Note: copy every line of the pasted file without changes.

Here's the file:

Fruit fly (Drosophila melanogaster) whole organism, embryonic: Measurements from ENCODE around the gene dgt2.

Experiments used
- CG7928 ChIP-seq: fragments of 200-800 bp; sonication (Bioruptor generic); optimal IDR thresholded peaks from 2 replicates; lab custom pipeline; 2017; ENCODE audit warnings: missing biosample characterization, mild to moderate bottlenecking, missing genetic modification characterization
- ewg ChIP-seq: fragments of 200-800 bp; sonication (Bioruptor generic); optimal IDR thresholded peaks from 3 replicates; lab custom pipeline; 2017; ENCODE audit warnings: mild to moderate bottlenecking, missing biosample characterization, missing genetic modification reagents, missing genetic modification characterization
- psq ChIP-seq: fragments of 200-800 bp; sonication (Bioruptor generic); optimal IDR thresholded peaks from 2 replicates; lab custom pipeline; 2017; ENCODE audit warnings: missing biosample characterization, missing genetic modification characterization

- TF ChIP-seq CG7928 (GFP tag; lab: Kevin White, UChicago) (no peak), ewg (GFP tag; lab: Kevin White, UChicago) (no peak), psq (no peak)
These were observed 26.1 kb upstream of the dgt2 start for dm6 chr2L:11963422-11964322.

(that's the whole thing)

Fruit fly (Drosophila melanogaster) whole organism, embryonic: Measurements from ENCODE around the gene dgt2.

Experiments used
- CG7928 ChIP-seq: fragments of 200-800 bp; sonication (Bioruptor generic); optimal IDR thresholded peaks from 2 replicates; lab custom pipeline; 2017; ENCODE audit warnings: missing biosample characterization, mild to moderate bottlenecking, missing genetic modification characterization
- ewg ChIP-seq: fragments of 200-800 bp; sonication (Bioruptor generic); optimal IDR thresholded peaks from 3 replicates; lab custom pipeline; 2017; ENCODE audit warnings: mild to moderate bottlenecking, missing biosample characterization, missing genetic modification reagents, missing genetic modification characterization
- psq ChIP-seq: fragments of 200-800 bp; sonication (Bioruptor generic); optimal IDR thresholded peaks from 2 replicates; lab custom pipeline; 2017; ENCODE audit warnings: missing biosample characterization, missing genetic modification characterization

- TF ChIP-seq CG7928 (GFP tag; lab: Kevin White, UChicago) (no peak), ewg (GFP tag; lab: Kevin White, UChicago) (no peak), psq (no peak)
These were observed 26.1 kb upstream of the dgt2 start for dm6 chr2L:11963422-11964322.